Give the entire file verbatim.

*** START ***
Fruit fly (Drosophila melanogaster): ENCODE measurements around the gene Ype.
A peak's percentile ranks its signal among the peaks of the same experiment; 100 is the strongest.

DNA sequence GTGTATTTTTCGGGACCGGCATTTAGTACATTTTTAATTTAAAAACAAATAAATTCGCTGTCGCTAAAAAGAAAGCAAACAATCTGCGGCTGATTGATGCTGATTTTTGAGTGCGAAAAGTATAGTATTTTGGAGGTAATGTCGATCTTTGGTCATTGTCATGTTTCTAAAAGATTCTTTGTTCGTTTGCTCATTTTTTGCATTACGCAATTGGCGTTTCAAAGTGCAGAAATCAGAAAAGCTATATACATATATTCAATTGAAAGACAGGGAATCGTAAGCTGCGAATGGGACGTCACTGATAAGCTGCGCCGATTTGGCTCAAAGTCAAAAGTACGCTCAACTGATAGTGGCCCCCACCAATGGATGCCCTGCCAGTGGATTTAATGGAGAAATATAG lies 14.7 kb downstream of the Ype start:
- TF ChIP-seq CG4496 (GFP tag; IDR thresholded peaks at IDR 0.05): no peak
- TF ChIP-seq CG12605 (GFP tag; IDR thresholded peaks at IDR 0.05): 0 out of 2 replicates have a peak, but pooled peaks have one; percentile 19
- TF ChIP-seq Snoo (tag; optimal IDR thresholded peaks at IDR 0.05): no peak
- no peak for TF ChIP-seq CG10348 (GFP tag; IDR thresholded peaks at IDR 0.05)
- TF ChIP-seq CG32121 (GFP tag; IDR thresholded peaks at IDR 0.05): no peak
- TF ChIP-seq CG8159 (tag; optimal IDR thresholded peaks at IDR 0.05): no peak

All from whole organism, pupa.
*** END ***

Fruit fly (Drosophila melanogaster): ENCODE measurements around the gene Ype.
A peak's percentile ranks its signal among the peaks of the same experiment; 100 is the strongest.

DNA sequence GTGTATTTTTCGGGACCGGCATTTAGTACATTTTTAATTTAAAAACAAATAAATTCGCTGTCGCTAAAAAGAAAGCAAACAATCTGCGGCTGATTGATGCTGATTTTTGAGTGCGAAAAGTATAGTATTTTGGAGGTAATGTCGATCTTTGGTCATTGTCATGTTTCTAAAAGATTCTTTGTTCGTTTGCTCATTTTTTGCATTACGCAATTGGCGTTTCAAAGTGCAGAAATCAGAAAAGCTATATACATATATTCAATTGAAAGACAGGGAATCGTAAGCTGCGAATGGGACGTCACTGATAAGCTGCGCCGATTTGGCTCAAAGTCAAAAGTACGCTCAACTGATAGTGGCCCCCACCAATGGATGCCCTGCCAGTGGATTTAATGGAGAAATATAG lies 14.7 kb downstream of the Ype start:
- TF ChIP-seq CG4496 (GFP tag; IDR thresholded peaks at IDR 0.05): no peak
- TF ChIP-seq CG12605 (GFP tag; IDR thresholded peaks at IDR 0.05): 0 out of 2 replicates have a peak, but pooled peaks have one; percentile 19
- TF ChIP-seq Snoo (tag; optimal IDR thresholded peaks at IDR 0.05): no peak
- no peak for TF ChIP-seq CG10348 (GFP tag; IDR thresholded peaks at IDR 0.05)
- TF ChIP-seq CG32121 (GFP tag; IDR thresholded peaks at IDR 0.05): no peak
- TF ChIP-seq CG8159 (tag; optimal IDR thresholded peaks at IDR 0.05): no peak

All from whole organism, pupa.